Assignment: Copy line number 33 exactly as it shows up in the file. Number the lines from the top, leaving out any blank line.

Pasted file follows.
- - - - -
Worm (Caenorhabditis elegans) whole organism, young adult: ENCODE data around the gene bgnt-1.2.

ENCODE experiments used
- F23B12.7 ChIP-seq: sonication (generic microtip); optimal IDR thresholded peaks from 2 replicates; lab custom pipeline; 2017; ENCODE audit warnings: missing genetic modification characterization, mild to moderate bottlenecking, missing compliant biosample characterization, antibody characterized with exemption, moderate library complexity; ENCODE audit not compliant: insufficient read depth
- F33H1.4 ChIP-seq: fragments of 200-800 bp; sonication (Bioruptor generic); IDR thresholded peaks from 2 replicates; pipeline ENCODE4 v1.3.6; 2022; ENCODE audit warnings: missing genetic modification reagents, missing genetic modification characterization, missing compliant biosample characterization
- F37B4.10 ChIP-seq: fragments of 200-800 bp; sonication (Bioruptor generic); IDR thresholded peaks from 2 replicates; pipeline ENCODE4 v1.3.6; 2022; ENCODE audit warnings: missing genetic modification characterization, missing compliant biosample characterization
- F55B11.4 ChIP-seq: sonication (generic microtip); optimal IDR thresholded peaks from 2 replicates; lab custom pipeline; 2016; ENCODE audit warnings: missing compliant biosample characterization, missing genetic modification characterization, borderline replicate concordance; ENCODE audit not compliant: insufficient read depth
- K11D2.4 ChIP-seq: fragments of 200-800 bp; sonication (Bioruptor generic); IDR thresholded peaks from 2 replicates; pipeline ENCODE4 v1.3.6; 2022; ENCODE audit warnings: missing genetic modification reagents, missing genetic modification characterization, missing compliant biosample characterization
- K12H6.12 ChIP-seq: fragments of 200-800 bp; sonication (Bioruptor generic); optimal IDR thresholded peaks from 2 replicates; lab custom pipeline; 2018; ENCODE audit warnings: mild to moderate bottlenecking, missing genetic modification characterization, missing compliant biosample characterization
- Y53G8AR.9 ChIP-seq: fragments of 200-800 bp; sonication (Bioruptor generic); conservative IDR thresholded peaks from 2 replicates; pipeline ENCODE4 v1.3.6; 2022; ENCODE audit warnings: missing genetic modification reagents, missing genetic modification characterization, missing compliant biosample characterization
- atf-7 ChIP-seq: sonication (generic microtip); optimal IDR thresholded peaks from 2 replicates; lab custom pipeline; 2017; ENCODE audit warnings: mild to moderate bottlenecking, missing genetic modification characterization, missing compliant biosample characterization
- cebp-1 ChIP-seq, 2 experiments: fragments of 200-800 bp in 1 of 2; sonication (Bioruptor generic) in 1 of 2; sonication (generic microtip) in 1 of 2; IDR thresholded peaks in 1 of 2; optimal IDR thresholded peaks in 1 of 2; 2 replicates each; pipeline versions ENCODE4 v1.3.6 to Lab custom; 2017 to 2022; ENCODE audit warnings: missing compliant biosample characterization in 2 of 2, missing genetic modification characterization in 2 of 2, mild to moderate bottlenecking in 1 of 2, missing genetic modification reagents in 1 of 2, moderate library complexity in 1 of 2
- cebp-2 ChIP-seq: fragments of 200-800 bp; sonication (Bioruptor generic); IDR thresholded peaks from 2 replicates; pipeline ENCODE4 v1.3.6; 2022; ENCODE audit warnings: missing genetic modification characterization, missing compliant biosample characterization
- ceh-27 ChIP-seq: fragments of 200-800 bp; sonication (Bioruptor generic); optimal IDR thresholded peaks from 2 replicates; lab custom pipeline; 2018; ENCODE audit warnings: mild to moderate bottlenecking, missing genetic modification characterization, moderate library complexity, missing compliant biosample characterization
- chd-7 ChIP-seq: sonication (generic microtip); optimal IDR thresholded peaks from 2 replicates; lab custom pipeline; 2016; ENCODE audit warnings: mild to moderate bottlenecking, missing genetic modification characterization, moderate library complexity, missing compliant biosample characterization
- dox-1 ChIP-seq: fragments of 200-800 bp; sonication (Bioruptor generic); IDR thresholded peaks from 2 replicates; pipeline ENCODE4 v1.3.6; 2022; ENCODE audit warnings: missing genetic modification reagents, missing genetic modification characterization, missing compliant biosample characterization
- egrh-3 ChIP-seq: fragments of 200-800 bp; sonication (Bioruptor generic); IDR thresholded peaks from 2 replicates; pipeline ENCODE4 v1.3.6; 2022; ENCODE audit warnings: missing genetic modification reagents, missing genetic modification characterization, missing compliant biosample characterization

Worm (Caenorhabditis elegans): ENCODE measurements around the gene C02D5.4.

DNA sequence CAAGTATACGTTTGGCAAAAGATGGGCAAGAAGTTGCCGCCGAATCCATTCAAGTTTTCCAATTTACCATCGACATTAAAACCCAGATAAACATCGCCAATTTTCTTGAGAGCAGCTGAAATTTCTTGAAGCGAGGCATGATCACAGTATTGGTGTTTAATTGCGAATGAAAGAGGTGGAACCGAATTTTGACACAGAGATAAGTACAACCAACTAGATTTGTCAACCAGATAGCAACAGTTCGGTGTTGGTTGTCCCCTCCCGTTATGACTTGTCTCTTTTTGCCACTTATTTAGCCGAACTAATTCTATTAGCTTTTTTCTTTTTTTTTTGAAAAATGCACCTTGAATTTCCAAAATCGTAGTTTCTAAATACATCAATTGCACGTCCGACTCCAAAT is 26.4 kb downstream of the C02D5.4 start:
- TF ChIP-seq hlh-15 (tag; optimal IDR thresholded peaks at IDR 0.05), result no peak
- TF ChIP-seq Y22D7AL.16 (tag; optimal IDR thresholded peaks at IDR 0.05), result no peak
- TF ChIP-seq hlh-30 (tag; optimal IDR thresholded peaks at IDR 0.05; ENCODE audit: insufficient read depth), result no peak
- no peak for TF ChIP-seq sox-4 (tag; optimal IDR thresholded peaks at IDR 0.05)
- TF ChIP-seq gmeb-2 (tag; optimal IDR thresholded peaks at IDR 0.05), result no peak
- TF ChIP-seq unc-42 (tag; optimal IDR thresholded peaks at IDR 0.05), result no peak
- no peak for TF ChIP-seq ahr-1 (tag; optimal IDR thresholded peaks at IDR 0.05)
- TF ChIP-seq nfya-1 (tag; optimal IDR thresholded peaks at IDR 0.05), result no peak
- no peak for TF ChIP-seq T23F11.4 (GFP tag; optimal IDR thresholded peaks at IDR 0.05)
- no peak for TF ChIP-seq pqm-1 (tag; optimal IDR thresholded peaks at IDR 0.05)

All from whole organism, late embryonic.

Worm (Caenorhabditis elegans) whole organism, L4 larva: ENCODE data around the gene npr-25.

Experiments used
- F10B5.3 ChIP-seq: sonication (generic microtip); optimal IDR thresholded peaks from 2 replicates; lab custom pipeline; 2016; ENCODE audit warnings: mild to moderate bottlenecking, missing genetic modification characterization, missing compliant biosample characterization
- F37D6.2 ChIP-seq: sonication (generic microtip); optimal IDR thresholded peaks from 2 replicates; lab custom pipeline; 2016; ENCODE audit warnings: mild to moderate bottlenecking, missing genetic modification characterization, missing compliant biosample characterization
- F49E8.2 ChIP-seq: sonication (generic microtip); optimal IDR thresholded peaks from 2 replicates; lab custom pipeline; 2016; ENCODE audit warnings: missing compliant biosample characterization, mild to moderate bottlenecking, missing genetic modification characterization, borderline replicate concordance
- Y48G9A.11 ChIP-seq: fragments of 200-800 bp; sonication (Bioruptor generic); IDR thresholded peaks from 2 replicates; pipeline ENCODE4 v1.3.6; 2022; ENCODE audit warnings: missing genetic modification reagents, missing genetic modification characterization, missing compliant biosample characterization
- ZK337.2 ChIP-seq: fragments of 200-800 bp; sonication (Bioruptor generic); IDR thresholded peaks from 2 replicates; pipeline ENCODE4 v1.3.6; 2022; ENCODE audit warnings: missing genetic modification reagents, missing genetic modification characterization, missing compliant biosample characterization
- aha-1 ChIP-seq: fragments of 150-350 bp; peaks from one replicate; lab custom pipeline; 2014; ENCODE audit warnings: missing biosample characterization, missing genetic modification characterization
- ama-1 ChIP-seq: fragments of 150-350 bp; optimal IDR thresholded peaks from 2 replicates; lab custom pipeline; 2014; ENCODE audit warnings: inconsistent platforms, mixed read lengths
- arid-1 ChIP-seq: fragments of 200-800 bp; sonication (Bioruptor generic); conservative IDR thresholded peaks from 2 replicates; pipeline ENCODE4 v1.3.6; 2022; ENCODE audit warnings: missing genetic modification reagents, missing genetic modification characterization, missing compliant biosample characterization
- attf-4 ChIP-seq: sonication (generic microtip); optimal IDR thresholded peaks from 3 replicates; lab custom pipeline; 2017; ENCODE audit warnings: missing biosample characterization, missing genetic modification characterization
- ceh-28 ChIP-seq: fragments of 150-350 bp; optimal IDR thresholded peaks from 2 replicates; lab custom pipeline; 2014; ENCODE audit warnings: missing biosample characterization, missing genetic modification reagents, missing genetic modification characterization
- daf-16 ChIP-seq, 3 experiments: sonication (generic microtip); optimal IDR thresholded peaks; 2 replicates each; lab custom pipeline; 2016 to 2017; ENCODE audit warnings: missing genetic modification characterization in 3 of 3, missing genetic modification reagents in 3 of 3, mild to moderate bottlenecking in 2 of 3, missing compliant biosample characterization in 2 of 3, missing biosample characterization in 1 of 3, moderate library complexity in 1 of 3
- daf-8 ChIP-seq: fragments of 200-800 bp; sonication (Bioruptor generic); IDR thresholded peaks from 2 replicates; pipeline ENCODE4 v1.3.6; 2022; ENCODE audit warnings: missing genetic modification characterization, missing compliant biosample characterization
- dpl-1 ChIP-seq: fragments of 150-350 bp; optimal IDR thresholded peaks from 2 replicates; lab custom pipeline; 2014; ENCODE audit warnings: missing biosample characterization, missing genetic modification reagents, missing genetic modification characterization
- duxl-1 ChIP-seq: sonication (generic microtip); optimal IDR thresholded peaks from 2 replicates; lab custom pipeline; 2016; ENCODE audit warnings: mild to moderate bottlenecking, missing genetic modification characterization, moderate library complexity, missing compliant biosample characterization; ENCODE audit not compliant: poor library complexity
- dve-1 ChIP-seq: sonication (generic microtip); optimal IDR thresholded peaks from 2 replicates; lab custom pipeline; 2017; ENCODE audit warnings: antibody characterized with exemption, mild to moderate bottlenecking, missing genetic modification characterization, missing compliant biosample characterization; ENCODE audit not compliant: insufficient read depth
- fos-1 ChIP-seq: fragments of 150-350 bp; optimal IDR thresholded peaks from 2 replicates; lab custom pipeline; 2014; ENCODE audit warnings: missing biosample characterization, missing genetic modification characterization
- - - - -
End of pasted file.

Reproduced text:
- F37D6.2 ChIP-seq: sonication (generic microtip); optimal IDR thresholded peaks from 2 replicates; lab custom pipeline; 2016; ENCODE audit warnings: mild to moderate bottlenecking, missing genetic modification characterization, missing compliant biosample characterization